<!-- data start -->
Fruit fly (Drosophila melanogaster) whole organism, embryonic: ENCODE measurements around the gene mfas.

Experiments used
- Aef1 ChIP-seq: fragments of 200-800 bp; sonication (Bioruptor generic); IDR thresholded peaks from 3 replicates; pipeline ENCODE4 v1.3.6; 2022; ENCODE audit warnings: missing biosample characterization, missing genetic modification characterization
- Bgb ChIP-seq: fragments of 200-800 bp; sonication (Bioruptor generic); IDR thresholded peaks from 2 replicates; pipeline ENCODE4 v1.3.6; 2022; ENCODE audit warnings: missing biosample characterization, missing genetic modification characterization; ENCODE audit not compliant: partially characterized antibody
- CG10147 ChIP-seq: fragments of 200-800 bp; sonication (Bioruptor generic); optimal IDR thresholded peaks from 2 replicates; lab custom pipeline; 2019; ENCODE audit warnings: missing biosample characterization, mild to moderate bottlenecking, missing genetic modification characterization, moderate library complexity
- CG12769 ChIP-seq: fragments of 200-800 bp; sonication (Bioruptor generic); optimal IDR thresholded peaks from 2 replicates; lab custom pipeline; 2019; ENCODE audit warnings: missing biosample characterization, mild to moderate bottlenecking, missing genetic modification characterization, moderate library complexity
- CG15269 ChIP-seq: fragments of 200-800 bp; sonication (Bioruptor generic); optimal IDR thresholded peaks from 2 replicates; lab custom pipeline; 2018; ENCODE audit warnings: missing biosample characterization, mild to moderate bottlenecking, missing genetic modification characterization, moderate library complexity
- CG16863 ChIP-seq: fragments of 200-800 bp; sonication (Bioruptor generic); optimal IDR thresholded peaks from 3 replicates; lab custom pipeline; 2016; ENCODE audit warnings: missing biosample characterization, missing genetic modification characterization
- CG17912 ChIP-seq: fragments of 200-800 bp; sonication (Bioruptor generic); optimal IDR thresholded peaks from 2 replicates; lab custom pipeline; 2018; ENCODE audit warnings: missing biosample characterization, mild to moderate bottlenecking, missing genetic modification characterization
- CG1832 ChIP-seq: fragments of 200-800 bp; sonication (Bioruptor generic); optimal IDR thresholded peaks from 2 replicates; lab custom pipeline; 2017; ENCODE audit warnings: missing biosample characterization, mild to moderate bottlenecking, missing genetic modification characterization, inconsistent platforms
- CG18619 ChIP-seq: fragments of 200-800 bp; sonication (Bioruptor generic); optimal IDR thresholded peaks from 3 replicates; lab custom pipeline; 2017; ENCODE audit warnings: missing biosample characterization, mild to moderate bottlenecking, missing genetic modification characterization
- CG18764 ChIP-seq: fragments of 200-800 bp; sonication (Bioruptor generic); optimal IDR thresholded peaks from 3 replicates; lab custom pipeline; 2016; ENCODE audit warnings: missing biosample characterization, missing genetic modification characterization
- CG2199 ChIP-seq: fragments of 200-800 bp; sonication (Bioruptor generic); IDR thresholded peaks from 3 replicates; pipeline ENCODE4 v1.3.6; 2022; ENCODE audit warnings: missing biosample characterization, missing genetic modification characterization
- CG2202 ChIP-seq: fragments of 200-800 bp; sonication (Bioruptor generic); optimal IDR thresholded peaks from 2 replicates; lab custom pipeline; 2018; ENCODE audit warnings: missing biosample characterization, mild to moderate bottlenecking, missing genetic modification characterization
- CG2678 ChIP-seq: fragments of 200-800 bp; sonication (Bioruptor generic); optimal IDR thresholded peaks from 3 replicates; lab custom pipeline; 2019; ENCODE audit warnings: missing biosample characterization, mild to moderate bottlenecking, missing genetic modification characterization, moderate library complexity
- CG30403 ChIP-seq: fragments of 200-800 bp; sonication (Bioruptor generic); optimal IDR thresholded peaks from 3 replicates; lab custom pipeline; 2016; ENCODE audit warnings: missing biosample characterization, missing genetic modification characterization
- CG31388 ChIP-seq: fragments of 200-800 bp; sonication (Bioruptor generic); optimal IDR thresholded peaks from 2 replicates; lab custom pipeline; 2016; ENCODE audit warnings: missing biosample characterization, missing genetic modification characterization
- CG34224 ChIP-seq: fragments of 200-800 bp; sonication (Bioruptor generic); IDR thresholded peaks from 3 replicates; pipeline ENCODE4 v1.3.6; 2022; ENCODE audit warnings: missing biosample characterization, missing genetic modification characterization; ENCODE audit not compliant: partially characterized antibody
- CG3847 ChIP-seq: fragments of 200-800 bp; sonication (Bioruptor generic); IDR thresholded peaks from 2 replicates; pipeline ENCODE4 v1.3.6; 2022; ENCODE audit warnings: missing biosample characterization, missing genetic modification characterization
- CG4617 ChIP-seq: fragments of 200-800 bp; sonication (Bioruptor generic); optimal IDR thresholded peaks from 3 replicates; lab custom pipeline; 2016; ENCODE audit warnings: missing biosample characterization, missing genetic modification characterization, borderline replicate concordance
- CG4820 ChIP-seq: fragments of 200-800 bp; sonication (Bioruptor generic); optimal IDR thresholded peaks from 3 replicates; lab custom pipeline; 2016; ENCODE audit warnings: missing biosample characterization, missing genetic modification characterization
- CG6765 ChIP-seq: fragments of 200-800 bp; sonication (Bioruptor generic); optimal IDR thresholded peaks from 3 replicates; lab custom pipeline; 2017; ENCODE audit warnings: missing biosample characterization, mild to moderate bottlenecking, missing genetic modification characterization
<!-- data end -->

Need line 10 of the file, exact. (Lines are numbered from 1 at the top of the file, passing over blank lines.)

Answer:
- CG1832 ChIP-seq: fragments of 200-800 bp; sonication (Bioruptor generic); optimal IDR thresholded peaks from 2 replicates; lab custom pipeline; 2017; ENCODE audit warnings: missing biosample characterization, mild to moderate bottlenecking, missing genetic modification characterization, inconsistent platforms